8.31.2013

Impossible Architectures

This is something I wrote nine years ago and a friend just found online. Reading it, I barely recognized myself but then I remembered thinking it and writing it. And, frankly, I think it's  pretty smart.


Re-reading two texts recently, I have stumbled on an idea that at once eludes and titillates me. The texts are Clarice Lispector's Stream of Life (Agua Viva) and Velasquez's Las Meninas. Both works proffer a peculiar rhetorical strategy that gives way to an equally odd architecture of the perceptual event: dual vanishing points that are neither temporally successive nor spatially conflictual.

Lispector's sprawling text of fluctuating affects and intensities speaks in what seems to be a direct voice addressed at the reader: "you," the text declares again and again. Due to the way of language and its indexicals, the "you" is necessarily the reader. And yet this "you" is never quite the reader; or this "you" is both the reader and someone or something else — “after all, this "you" has qualities and memories that are rarely those of the reader. The text, then, hits it marks, if you will, twice: once upon the body of the reader, once directly over this reader's shoulder.

This strategy of the dual vanishing point is deceptively complex. It is not a matter of speaking to two audiences, directly or indirectly: this text is not Janus-faced. While the text sprawls this way and that, it nevertheless enjoys a rather pointed mode of address. The text, in a sense, gives itself over twice but not in succession, nor in conflict, nor in a strict parallelism. The text happens twice, instantaneously.

Las Meninas performs a similar strategy as the painting's perceptive horizon vanishes twice: once at the point of the viewer, once at the point of the royal couple. These two spatializations are mutually incompatible — the painting cannot vanish here and there. And it is certainly not a matter of the painting simply addressing two audiences simultaneously. And unlike Wittgenstein's rabbit/duck, there is no temporal succession as in, "now I see it this way, now I see it that way." Both vanishing points happen at the same time.

The ensuing architecture is quite odd: two equally possible worlds, the one excluding the other in a gesture of pure indifference. This is therefore not Leibniz's baroque world; here, God has chosen both worlds. And yet this is not the modern in which two equally viable spatio-temporal events collide in dissonance. Here, there can be no dissonance because the two worlds in fact share nothing. (Clearly, then, there is no harmony either.)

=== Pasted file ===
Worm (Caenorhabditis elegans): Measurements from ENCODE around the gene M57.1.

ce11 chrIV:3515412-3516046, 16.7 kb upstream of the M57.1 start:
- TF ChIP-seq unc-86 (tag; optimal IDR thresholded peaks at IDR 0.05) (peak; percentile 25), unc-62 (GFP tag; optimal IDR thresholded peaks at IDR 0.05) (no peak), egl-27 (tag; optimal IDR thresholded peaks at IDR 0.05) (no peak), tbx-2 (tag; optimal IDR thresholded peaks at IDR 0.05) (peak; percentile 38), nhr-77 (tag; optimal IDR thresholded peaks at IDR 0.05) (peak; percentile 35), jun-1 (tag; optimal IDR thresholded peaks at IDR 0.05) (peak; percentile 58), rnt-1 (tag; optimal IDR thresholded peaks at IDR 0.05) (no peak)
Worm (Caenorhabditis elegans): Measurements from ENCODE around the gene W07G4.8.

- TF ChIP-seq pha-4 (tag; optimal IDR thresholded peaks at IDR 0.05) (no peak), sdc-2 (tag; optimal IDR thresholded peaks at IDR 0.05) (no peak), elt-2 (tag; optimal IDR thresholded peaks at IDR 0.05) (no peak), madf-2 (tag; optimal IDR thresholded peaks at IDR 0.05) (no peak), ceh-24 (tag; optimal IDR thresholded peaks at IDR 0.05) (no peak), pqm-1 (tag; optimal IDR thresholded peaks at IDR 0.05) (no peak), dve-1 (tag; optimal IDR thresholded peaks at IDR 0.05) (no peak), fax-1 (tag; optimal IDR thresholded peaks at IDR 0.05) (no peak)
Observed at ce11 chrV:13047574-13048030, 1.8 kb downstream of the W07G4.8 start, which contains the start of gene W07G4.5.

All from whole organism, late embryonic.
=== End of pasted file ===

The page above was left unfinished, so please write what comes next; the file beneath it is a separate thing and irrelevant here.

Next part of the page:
What is this space? I imagine something out of Borges, an impossibly intricate architecture in which two worlds are intimately intertwined and yet do not know, or care, anything of the other. Like Mr. Magoo, there are almost-collisions every moment. But collision, alas, is impossible.

4 comments:

roca de carioca said...

I've just read your past four posts and responses, which developed a brainstorm of sorts. As a close reader of Clarice Lispector, I wanted to share what's been rattling around in my head about her, Agua Viva, and these posts.

I think an interesting (etym. being splitting) thing about this dual vanishing point and Clarice's dual perspective is a third vantage point that witnesses the negotiation between the two. When I was reading Agua Viva in Portuguese as my first of many pleasurable discoveries with Clarice Lispector, I struggled in a variety of aspects.

Reading in a second language was challenging, as my developing bilingualism encountered punctuated boulders in her só called “Stream of Life”. Hanging onto familiar words and lexical constructions allowed me to enjoy certain paces of her great novel-poem (genre was definitely an afterthought for her), but I found myself often as confounded by her full-bodied vocabulary as I was by the visceral strangeness of her novel-poem.

The title itself confounded me; I translated Agua Viva as its zoological name, the Portuguese for “Jellyfish,” but also more figuratively as “Living Water.” I couldn't ever really figure out which title she intended, but found that it didn't really matter. I felt myself reading the book as both “Living Water” and as “Jellyfish” and as either and neither, in the sense that her text literally blobs along, propelling itself much like a jellyfish by flexing against and within its surounding medium (water metaphorically, and the surrounding text, actually), and also in the sense that the jellyfish rhythm often recedes into a drift-like rhythm, mimicking living water which is at times vigorous and at others, stagnant. I found this drift to be similar to the jellyfish taxis but also notedly different at different points in the book as I made mental distinctions regarding my guess at what the best translation of Agua Viva should be.

As you said, the characters in the book are foreign and strange. If I could name them, I'd probably call them “Clarice” and “Her Writing,” or “Her Reading.” Having read more iterations of Clarice, I can confirm that her sprawling text of fluctuating affects and intensities doesn't just seem to be addressed at the reader, it is her dressing her reader, perhaps even sustaining her reader. Her writing intimates her readers.

I wanted to share some of her interviews but none of them had english subtitles. I did stumble across her interviewing Tom Jobim, one of Brasil's keynote composers. I read your most recent four posts and responses today, and I see this interview touching on something of each of them, amongst other things. Here's the full interview link: http://www.jobim.com.br/entrevistas/lispector/lispector_eng.html